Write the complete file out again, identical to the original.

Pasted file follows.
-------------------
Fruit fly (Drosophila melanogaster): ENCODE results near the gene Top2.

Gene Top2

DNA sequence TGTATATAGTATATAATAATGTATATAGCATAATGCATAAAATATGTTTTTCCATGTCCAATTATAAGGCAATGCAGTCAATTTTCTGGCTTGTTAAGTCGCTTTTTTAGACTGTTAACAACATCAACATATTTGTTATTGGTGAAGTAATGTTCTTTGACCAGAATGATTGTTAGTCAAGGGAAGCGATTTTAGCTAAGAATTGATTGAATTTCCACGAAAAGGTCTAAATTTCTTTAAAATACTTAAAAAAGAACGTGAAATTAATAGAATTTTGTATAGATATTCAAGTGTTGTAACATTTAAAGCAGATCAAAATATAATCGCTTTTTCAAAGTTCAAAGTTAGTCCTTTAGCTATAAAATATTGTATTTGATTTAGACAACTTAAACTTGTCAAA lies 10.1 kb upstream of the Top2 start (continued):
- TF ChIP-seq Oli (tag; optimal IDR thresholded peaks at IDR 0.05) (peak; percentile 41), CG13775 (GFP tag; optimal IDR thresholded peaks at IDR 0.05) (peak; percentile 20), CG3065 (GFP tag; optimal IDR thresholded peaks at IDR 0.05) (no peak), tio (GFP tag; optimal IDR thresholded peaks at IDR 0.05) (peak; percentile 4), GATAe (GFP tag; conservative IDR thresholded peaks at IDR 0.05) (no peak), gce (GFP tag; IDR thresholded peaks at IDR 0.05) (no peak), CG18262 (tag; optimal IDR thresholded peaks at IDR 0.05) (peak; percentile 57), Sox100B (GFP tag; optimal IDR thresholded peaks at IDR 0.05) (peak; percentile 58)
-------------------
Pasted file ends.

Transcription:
Fruit fly (Drosophila melanogaster): ENCODE results near the gene Top2.

Gene Top2

DNA sequence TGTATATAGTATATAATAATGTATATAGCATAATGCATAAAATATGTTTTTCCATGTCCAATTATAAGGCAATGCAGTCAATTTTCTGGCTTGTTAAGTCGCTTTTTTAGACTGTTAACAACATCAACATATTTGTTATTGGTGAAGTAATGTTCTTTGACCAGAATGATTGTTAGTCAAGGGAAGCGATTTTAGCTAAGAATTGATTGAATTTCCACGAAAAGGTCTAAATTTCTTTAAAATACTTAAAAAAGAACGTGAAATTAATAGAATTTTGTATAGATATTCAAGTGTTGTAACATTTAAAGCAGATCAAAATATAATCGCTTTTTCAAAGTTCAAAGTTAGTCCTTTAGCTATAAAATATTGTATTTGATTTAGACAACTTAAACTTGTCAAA lies 10.1 kb upstream of the Top2 start (continued):
- TF ChIP-seq Oli (tag; optimal IDR thresholded peaks at IDR 0.05) (peak; percentile 41), CG13775 (GFP tag; optimal IDR thresholded peaks at IDR 0.05) (peak; percentile 20), CG3065 (GFP tag; optimal IDR thresholded peaks at IDR 0.05) (no peak), tio (GFP tag; optimal IDR thresholded peaks at IDR 0.05) (peak; percentile 4), GATAe (GFP tag; conservative IDR thresholded peaks at IDR 0.05) (no peak), gce (GFP tag; IDR thresholded peaks at IDR 0.05) (no peak), CG18262 (tag; optimal IDR thresholded peaks at IDR 0.05) (peak; percentile 57), Sox100B (GFP tag; optimal IDR thresholded peaks at IDR 0.05) (peak; percentile 58)